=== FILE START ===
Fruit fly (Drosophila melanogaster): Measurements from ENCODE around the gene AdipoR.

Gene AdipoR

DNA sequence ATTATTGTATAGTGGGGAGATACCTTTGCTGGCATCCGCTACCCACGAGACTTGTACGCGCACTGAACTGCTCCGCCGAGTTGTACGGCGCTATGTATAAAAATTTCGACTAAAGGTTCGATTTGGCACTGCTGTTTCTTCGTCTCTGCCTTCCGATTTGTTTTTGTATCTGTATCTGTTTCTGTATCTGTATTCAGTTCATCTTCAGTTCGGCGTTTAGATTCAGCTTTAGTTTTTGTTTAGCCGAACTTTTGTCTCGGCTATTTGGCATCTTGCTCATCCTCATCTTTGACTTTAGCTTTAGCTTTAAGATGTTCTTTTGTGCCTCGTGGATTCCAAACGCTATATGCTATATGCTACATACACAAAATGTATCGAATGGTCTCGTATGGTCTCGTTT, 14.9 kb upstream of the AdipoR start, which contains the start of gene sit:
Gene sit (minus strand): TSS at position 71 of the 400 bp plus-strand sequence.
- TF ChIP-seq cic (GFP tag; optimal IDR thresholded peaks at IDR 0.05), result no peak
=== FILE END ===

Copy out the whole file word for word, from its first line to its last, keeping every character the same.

Fruit fly (Drosophila melanogaster): Measurements from ENCODE around the gene AdipoR.

Gene AdipoR

DNA sequence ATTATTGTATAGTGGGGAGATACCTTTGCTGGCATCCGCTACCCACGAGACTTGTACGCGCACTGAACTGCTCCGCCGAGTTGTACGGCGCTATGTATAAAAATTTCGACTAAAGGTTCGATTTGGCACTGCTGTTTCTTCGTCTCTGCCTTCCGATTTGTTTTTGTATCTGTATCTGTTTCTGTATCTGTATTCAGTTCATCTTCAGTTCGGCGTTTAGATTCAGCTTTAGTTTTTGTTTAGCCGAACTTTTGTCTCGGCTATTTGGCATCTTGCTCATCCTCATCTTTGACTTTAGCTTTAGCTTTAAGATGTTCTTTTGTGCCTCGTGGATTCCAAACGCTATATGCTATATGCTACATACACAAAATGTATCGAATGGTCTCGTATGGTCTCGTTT, 14.9 kb upstream of the AdipoR start, which contains the start of gene sit:
Gene sit (minus strand): TSS at position 71 of the 400 bp plus-strand sequence.
- TF ChIP-seq cic (GFP tag; optimal IDR thresholded peaks at IDR 0.05), result no peak